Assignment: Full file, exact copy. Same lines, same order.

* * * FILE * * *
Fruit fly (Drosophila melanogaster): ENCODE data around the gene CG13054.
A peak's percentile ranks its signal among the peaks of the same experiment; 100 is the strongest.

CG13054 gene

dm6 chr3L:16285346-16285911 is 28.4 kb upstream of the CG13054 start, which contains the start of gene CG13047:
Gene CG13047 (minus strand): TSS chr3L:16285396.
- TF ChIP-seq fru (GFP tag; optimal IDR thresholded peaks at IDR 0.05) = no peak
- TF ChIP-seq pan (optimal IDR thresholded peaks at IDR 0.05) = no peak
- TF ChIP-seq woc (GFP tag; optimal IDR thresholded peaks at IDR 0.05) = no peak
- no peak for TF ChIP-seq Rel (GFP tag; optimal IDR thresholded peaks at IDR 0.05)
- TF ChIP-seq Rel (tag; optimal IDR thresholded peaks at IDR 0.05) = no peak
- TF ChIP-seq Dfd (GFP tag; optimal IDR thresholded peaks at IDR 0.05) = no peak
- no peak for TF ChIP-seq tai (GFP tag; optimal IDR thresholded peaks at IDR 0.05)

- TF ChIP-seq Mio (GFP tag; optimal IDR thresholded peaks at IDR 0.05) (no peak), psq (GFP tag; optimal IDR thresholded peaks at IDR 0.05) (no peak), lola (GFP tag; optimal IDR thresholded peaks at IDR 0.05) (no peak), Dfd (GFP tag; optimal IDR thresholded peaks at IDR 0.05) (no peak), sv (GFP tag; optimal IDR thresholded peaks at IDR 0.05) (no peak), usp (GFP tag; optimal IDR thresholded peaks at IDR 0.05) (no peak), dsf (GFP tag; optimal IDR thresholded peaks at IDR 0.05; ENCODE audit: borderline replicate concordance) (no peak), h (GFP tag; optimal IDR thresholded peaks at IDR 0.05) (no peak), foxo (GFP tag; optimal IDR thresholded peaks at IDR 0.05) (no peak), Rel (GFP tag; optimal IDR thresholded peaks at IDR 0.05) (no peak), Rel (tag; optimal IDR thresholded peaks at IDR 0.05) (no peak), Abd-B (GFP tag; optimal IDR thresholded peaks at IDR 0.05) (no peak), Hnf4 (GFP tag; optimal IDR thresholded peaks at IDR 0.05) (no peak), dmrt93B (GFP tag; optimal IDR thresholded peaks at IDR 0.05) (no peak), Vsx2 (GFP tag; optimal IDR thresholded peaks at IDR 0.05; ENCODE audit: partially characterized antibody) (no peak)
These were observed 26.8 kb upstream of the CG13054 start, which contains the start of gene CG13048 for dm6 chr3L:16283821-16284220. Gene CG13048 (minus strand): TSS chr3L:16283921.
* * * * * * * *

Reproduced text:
Fruit fly (Drosophila melanogaster): ENCODE data around the gene CG13054.
A peak's percentile ranks its signal among the peaks of the same experiment; 100 is the strongest.

CG13054 gene

dm6 chr3L:16285346-16285911 is 28.4 kb upstream of the CG13054 start, which contains the start of gene CG13047:
Gene CG13047 (minus strand): TSS chr3L:16285396.
- TF ChIP-seq fru (GFP tag; optimal IDR thresholded peaks at IDR 0.05) = no peak
- TF ChIP-seq pan (optimal IDR thresholded peaks at IDR 0.05) = no peak
- TF ChIP-seq woc (GFP tag; optimal IDR thresholded peaks at IDR 0.05) = no peak
- no peak for TF ChIP-seq Rel (GFP tag; optimal IDR thresholded peaks at IDR 0.05)
- TF ChIP-seq Rel (tag; optimal IDR thresholded peaks at IDR 0.05) = no peak
- TF ChIP-seq Dfd (GFP tag; optimal IDR thresholded peaks at IDR 0.05) = no peak
- no peak for TF ChIP-seq tai (GFP tag; optimal IDR thresholded peaks at IDR 0.05)

- TF ChIP-seq Mio (GFP tag; optimal IDR thresholded peaks at IDR 0.05) (no peak), psq (GFP tag; optimal IDR thresholded peaks at IDR 0.05) (no peak), lola (GFP tag; optimal IDR thresholded peaks at IDR 0.05) (no peak), Dfd (GFP tag; optimal IDR thresholded peaks at IDR 0.05) (no peak), sv (GFP tag; optimal IDR thresholded peaks at IDR 0.05) (no peak), usp (GFP tag; optimal IDR thresholded peaks at IDR 0.05) (no peak), dsf (GFP tag; optimal IDR thresholded peaks at IDR 0.05; ENCODE audit: borderline replicate concordance) (no peak), h (GFP tag; optimal IDR thresholded peaks at IDR 0.05) (no peak), foxo (GFP tag; optimal IDR thresholded peaks at IDR 0.05) (no peak), Rel (GFP tag; optimal IDR thresholded peaks at IDR 0.05) (no peak), Rel (tag; optimal IDR thresholded peaks at IDR 0.05) (no peak), Abd-B (GFP tag; optimal IDR thresholded peaks at IDR 0.05) (no peak), Hnf4 (GFP tag; optimal IDR thresholded peaks at IDR 0.05) (no peak), dmrt93B (GFP tag; optimal IDR thresholded peaks at IDR 0.05) (no peak), Vsx2 (GFP tag; optimal IDR thresholded peaks at IDR 0.05; ENCODE audit: partially characterized antibody) (no peak)
These were observed 26.8 kb upstream of the CG13054 start, which contains the start of gene CG13048 for dm6 chr3L:16283821-16284220. Gene CG13048 (minus strand): TSS chr3L:16283921.